Ah, Kuala Lumpur. One of Asia’s most exciting cities. Where traditional meets modern. The perfect intro to Malaysia’s multiculturalism. One of Southeast Asia’s main gateways — and a far friendlier entry point to the region than Bangkok. As great as KL is, it can also be an expensive city to visit. But with a little careful planning, you can stick to your budget. In this post, I’ll cover the things to see on a Kuala Lumpur backpacking trip — and some other money-saving tips.
Whether you have 3 days in Kuala Lumpur, just a long layover, or are on an extended trip, this city has plenty to explore for free. It’s the perfect place to kick off a budget Malaysia holiday.
(Looking for more budget Malaysia travel tips? Check out my backpacking Malaysia travel guide here!)
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Best things to do in Kuala Lumpur on a budget
1. The Petronas Towers
The Petronas Towers are Malaysia’s most famous buildings. These 88-floor twin skyscrapers are a symbol of the city’s futuristic mindset. They serve as the headquarters for the national fossil fuel company (ugh). But despite their modern design, they retain elements of traditional Islamic architecture — just look for the five tiers representing the five pillars of Islam.
You may be wondering why the Petronas Towers are showing up in a Kuala Lumpur backpacking guide. After all, admission to the viewing platforms is a whopping 80 ringgits. But don’t worry — the best way to experience the towers is completely free.
Come at night, after the Central Business District has closed down, to have the towers to yourself. They’re most spectacular when they’re all lit up. A nighttime photo shoot outside won’t cost you a dime, but it’s an essential Kuala Lumpur travel experience.
2. Chow Kit Market
The northern part of the city is a world away from the hyper-modern business districts and elevated monorails. These working-class neighborhoods are fiercely traditional, and the best place in Malaysia’s capital to get acquainted with Malay culture. Don’t miss it on your Kuala Lumpur itinerary.
The beating heart of northern KL is the Chow Kit market. Unlike the sanitized-for-tourism Central Market, this is the real deal. Prepare to see cow heads and sting ray parts and chicken feet and every variety of dried fish. You can also expect that at least one vendor will try to force durian on you so they can laugh at your reaction. After all, tourists aren’t so common in this area.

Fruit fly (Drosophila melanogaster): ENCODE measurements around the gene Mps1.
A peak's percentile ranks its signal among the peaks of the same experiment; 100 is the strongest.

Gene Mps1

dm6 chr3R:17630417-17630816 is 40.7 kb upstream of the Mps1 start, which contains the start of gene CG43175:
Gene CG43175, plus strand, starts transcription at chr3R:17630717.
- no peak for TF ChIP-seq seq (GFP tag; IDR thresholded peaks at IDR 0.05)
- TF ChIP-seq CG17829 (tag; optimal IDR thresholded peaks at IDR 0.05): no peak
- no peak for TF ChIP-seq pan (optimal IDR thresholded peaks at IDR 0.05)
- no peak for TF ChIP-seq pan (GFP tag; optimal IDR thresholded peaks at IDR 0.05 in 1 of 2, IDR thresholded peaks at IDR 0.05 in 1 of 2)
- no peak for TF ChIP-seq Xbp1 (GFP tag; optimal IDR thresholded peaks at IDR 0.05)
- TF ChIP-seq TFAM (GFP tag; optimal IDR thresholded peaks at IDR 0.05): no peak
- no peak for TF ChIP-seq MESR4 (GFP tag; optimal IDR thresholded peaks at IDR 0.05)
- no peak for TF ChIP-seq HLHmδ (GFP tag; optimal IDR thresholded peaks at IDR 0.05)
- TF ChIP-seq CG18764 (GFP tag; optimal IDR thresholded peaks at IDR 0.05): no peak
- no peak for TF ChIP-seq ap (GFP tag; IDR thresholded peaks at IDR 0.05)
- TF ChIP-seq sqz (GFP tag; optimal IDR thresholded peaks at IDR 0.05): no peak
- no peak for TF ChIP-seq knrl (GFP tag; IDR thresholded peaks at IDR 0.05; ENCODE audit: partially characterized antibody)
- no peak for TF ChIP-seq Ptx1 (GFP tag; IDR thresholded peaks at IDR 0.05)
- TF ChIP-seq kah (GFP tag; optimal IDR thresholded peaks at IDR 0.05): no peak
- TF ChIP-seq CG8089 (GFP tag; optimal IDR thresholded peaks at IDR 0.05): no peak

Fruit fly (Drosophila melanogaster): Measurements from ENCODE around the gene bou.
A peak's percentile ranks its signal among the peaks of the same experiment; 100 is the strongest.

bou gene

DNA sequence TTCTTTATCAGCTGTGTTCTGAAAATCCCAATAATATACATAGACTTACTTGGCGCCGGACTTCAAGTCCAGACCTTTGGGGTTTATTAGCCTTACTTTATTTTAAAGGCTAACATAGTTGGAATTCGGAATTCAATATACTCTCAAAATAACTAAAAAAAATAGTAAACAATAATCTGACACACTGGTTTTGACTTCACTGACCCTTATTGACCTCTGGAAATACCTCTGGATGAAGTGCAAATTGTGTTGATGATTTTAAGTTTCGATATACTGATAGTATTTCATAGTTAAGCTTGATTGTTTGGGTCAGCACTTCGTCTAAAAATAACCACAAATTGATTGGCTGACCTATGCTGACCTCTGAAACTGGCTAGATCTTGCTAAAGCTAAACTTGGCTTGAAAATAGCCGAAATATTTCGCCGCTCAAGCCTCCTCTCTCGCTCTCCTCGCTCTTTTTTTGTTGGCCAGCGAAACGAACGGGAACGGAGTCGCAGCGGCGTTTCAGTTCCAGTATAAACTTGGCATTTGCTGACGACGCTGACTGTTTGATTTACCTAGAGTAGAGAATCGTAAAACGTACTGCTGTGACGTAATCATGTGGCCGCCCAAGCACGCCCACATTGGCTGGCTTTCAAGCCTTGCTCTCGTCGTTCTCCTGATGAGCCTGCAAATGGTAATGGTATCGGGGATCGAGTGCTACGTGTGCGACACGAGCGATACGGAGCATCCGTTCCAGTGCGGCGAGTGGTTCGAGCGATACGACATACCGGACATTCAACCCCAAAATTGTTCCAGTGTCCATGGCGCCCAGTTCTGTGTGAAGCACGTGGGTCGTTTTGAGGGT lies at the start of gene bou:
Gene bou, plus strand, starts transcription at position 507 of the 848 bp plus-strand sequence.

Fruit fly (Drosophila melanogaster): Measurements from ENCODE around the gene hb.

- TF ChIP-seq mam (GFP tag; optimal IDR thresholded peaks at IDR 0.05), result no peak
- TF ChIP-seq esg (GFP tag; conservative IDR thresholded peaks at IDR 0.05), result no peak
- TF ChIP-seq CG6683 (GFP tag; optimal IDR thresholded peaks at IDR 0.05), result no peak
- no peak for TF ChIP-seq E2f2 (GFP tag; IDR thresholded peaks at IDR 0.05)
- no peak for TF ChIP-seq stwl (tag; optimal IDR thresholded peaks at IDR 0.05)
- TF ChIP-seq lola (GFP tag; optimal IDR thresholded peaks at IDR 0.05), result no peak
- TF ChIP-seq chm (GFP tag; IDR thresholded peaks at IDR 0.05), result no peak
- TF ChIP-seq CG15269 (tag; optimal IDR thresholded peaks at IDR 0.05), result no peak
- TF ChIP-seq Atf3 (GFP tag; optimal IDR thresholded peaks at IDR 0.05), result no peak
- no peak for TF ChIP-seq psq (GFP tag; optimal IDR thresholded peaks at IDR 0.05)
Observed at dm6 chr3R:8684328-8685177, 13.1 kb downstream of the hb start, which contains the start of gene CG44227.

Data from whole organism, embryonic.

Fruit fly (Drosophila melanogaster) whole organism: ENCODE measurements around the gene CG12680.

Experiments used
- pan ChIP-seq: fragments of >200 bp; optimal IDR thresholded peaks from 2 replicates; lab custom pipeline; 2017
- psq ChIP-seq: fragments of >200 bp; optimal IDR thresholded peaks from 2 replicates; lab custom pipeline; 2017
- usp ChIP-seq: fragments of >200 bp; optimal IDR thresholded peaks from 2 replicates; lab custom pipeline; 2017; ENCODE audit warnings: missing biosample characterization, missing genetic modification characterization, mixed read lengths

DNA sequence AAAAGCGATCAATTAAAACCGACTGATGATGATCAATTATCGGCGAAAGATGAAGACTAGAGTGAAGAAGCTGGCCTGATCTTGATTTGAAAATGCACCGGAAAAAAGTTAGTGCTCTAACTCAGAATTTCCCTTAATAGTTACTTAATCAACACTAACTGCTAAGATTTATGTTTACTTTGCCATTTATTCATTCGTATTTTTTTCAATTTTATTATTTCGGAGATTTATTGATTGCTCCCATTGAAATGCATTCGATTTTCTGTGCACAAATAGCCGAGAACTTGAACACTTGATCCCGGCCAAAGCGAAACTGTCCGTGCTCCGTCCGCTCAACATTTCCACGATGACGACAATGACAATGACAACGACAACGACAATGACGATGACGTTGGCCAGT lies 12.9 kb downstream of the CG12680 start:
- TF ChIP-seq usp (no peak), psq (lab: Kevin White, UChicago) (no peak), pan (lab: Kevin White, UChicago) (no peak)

The Chow Kit Market is one of the best things to do in Kuala Lumpur — and better yet, it’s completely free. You probably won’t want to buy anything.
3. The National Visual Arts Gallery
Near the Chow Kit Market is Malaysia’s National Visual Arts Gallery. If you like art, this is sure to be one of the highlights of your Kuala Lumpur itinerary. It features temporary exhibitions from artists across the country. The focus is on modern art with a political bent.
Entrance to the museum is free, and it takes about two hours to see everything. When I was there, it featured four Malaysian artists — one Indian, one Chinese, and two Malay. It was fascinating to see the different perspectives from people who share a national identity but have little in common culturally.
After you visit the museum, take some time to explore the surrounding (totally non-touristic) neighborhood. It’s a great place to grab lunch — you can get a heaping pile of veggies, prawns, rice, and sweet potatoes for less than $2. Just look for the open-air stalls serving pre-prepared food, and go for one that’s busy.
4. Chinatown and surrounds
Your Kuala Lumpur backpacking trip will probably start in the budget travel mecca of Chinatown. Part tourist trap, part authentically Malaysian, this neighborhood is fun to explore and is home to many of the top Kuala Lumpur attractions.
Chinatown’s top sights are its temples and its street life. Wander around and watch hawkers try to sell bleary-eyed backpackers durian, iced coffee, congee, and fish-ball soup (all four of which are delicious!). Stroll into Sri Mahamariamman, the biggest Hindu temple in the neighborhood, and gaze at the Ganesh iconography. Or visit Sin Sze Si Ya Temple, a Chinese Buddhist temple complete with fortune-telling incense sticks and elaborate wood carvings.
Chinatown is also the best place to shop for supplies you need for the rest of your Malaysia holiday. Forgot a plug adapter? Need an extra memory card for your camera? Sim card for your phone? You can get decent-quality goods for reasonable prices at the shops here. Just avoid the pricey, touristic Central Market.
5. Merdeka Square
You can’t miss this huge square during your Kuala Lumpur tourism exploration. It’s a nice place for a stroll or some people-watching any time of day, but it’s especially beautiful at night.